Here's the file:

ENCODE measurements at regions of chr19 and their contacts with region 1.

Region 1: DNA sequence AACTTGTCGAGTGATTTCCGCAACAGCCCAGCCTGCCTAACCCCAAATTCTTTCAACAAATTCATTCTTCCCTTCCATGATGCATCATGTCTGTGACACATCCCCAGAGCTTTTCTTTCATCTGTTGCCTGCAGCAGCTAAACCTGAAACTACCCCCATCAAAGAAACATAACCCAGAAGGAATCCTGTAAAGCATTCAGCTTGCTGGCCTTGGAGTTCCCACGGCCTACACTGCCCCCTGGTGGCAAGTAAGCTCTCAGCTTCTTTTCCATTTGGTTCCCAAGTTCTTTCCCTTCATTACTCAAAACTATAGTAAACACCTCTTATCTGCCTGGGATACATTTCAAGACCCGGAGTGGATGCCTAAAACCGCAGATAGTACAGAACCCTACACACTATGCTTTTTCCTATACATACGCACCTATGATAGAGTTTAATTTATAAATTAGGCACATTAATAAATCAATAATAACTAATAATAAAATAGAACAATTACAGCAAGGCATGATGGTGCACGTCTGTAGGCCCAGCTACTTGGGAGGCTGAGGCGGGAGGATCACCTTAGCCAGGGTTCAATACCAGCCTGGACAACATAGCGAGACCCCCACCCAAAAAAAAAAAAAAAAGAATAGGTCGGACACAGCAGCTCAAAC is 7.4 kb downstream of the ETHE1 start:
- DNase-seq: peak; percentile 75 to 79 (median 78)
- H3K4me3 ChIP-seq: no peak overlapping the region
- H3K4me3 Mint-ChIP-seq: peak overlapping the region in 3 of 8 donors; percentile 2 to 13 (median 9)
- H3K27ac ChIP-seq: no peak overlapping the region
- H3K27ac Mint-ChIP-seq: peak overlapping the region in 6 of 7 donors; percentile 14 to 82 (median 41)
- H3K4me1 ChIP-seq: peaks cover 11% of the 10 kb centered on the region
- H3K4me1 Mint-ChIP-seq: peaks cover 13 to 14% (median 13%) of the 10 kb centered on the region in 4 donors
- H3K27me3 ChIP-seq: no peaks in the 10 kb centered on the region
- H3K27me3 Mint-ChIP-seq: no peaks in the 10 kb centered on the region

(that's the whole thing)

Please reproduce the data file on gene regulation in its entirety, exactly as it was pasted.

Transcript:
ENCODE measurements at regions of chr19 and their contacts with region 1.

Region 1: DNA sequence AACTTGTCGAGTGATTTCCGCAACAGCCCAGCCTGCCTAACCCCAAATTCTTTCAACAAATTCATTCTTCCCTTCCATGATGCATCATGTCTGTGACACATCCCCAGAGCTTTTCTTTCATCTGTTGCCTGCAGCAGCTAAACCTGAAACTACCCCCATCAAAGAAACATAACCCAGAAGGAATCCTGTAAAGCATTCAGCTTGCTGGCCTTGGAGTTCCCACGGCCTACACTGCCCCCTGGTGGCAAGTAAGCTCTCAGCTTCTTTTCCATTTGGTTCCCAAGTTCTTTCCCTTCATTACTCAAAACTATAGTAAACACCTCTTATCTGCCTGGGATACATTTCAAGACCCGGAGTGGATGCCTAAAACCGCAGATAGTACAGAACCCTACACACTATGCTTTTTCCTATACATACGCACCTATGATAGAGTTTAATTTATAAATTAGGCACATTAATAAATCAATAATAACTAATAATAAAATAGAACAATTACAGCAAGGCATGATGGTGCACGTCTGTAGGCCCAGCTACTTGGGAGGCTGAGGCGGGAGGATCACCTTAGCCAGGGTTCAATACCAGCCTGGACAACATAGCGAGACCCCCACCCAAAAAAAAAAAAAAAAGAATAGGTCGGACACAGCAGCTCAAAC is 7.4 kb downstream of the ETHE1 start:
- DNase-seq: peak; percentile 75 to 79 (median 78)
- H3K4me3 ChIP-seq: no peak overlapping the region
- H3K4me3 Mint-ChIP-seq: peak overlapping the region in 3 of 8 donors; percentile 2 to 13 (median 9)
- H3K27ac ChIP-seq: no peak overlapping the region
- H3K27ac Mint-ChIP-seq: peak overlapping the region in 6 of 7 donors; percentile 14 to 82 (median 41)
- H3K4me1 ChIP-seq: peaks cover 11% of the 10 kb centered on the region
- H3K4me1 Mint-ChIP-seq: peaks cover 13 to 14% (median 13%) of the 10 kb centered on the region in 4 donors
- H3K27me3 ChIP-seq: no peaks in the 10 kb centered on the region
- H3K27me3 Mint-ChIP-seq: no peaks in the 10 kb centered on the region